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Updated: 1 hour 55 min ago

Reddit: I dont understand SSH command syntax..

Sunday 3rd of July 2016 08:31:34 PM

I am trying to understand port forwarding using SSH. Every place that I am looking for an example, they show different explanation.. (maybe typo problems.. idk)

Let say the syntax for local port forwarding (traffic from myserver to remotehost to host) is: <Enter> myserver# ssh -L port:host:hostport user@remotehost So the explanation to this syntax will be: Let traffic go though port port on myserver to remotehost (though the ssh tunnel) to port hostport on host So for example: server1# ssh -L 8080:MyWebServer:80 root@MySSHserver Let traffic go though port 8080 on server1 to MySSHserver (though the ssh tunnel) to port 80 on MyWebServer

And remote port forwarding (traffic from remotehost to myserver to host) syntax will be: myserver# ssh -R port:host:hostport user@remotehost So the explanation to this syntax will be: Let traffic go though port port on remotehost to myserver (though the ssh tunnel) to port hostport on host So for example: server1# ssh -R 80:localhost:8080 root@MySSHserver Let traffic go though port 80 on MySSHserver to server1 (though the ssh tunnel) to port 8080 on localhost (which is server1)

Is my understanding of this syntax is correct and so my examples?

submitted by /u/NineLord
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Reddit: Install Chrome OS on Laptop

Sunday 3rd of July 2016 08:28:14 PM

TuxMachines: Want to bring that old netbook back to life? Hands-on with Manjaro LXQt and LXLE

Sunday 3rd of July 2016 07:02:54 PM

Either of these would be a good choice for the N150. If I were making the choice it would be Manjaro LXQt, because I like (and trust) Manjaro, it is smaller overall, it has made a lot of the same choices I would make in packages, and it just feels a bit snappier overall on the N150. But other people might very well prefer LXLE because it is based on Ubuntu and they prefer the package selection. It's all good.

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TuxMachines: GNU/Linux Leftovers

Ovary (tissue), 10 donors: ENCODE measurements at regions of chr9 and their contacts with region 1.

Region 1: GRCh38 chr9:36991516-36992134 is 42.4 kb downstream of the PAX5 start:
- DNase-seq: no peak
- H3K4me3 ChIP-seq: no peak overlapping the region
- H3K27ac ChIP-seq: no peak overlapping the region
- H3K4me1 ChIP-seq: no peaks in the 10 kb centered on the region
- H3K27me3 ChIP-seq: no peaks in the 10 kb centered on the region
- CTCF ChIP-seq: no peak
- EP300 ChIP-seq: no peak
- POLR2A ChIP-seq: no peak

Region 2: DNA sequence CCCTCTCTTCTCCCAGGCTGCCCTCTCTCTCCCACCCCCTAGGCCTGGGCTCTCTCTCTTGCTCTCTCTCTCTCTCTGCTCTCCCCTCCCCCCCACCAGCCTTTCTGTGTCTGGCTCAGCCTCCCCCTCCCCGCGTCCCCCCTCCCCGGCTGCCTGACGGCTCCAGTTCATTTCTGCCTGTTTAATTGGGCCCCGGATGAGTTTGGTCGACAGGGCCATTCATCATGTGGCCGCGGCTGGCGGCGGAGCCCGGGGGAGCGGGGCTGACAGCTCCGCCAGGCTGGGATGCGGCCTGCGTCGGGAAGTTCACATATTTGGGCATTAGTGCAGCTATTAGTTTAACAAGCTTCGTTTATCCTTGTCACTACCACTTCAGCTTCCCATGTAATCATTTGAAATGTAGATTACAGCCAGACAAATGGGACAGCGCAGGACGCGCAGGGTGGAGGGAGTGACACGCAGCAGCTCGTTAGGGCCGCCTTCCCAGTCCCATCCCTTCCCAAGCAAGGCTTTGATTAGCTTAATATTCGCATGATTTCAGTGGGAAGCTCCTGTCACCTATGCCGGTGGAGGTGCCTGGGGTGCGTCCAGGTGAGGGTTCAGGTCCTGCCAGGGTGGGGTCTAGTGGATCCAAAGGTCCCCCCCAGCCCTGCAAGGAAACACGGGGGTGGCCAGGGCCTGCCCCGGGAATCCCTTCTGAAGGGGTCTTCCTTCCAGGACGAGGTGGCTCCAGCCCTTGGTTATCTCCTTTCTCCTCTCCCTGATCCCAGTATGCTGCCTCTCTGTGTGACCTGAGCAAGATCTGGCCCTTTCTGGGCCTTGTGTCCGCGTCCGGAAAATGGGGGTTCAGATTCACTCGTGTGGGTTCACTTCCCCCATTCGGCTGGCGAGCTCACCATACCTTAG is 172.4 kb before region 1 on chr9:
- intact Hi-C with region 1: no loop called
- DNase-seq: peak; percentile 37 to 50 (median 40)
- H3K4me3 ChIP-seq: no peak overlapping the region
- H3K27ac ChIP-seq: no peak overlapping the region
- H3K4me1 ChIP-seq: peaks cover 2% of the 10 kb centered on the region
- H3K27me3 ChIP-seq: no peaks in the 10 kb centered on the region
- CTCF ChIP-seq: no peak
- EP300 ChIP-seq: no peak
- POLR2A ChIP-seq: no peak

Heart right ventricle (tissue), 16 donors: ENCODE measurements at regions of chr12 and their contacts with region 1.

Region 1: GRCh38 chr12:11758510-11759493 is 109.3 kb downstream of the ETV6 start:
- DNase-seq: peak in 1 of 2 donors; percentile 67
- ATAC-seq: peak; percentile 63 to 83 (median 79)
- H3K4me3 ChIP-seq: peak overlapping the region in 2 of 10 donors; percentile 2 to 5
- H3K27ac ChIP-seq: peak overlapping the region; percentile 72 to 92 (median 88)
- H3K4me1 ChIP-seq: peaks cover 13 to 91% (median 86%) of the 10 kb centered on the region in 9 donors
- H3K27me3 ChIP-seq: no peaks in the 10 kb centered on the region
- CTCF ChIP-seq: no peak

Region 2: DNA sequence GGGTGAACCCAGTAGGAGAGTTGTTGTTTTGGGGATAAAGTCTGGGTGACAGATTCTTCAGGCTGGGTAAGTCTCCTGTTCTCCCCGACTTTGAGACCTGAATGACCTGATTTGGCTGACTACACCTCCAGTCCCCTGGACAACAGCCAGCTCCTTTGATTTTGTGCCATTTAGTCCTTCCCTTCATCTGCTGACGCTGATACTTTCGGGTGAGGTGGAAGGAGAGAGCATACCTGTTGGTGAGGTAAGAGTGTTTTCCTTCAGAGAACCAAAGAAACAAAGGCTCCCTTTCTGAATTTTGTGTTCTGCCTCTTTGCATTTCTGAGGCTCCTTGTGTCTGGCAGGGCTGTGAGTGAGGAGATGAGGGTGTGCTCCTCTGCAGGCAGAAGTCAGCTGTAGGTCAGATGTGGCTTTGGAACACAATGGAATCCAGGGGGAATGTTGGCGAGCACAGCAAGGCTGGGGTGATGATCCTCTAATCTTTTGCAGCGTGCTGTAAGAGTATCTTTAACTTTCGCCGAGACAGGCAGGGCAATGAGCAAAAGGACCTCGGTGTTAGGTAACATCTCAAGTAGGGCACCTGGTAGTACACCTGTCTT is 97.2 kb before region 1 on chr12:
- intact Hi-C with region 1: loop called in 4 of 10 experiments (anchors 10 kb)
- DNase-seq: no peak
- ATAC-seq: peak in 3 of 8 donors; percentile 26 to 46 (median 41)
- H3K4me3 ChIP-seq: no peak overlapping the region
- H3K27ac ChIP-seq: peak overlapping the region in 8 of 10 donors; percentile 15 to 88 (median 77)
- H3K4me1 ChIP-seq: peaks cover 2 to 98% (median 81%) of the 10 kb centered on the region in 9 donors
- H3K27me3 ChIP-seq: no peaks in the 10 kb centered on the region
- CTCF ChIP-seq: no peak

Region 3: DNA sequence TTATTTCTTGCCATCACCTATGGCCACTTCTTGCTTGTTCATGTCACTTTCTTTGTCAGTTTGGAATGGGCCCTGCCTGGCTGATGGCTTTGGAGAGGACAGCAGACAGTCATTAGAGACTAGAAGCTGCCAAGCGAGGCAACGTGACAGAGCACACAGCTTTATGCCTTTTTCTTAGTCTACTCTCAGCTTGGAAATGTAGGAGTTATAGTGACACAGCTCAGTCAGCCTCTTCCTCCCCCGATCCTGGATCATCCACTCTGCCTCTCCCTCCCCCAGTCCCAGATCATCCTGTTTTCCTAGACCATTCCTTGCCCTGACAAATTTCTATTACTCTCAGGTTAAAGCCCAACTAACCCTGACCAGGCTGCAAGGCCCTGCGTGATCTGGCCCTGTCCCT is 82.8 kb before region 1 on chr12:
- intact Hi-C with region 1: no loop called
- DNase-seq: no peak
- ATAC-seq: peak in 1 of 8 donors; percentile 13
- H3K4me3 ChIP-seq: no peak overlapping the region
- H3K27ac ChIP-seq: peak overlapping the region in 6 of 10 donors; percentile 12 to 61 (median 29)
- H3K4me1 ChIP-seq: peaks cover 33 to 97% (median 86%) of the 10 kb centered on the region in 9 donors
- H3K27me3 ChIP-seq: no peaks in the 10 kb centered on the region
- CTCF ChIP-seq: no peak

Sunday 3rd of July 2016 06:49:12 PM
  • Linux Desktop Marketshare Just Passed 2 Percent [Ed: Microsoft-connected company]

    Worldwide Linux marketshare has passed 2% for the first time, according to data from analytics company Netmarketshare.

  • Our Second Podcast with James Ramey (Codeweavers)

    Following our first podcast with ProfessorKaos64 featuring his work on SteamOS, here is the second episode this time with the president of Codeweavers, James Ramey, recorded just a couple of weeks ago. We have already had the chance to feature James Ramey regarding DX11 support in the past, and it’s a great time to reconnect with his and his team to see what are the prospects for CrossOver/WINE in the near future. Including DX12 support down the road with Vulkan!

  • Why do we use the Linux kernel's TCP stack?

    I'm at PolyConf in Poland today, and I watched this super interesting talk by Leandro Pereira about Lwan, an ~8000 line of code web server. He talked about a bunch of the optimizations they'd done (improve CPU cache performance! be really careful about locking!). You can read more about the performance on the website & the links there.

  • 32 MB OS for Raspberry Pi 3 | Yocto Project

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TuxMachines: Leftovers: Software

Sunday 3rd of July 2016 06:48:29 PM

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TuxMachines: GNOME and GTK

Sunday 3rd of July 2016 06:47:03 PM
  • CSS blend modes in Gtk+

    As part of my work on Endless, I have to maintain and adapt GNOME applications to better suit our needs. This usually includes fixing bugs, working around limitations of the toolkit, and sometimes implementing new features.

  • coala 0.7

    A large part of the coala people will be at EuroPython, we’ll have a sprint and will probably try to make a sort of mini conference with talks, workshops etc. during those sprints in parallel to hacking. Be sure to drop by if you’d like to know more.

  • Analyzing GNOME design patterns

    After learning more about “What is usability,” different ways to test usability, personas, scenarios, and scenario tasks, the research phase is over. We are now starting the usability testing phase which should be really exciting!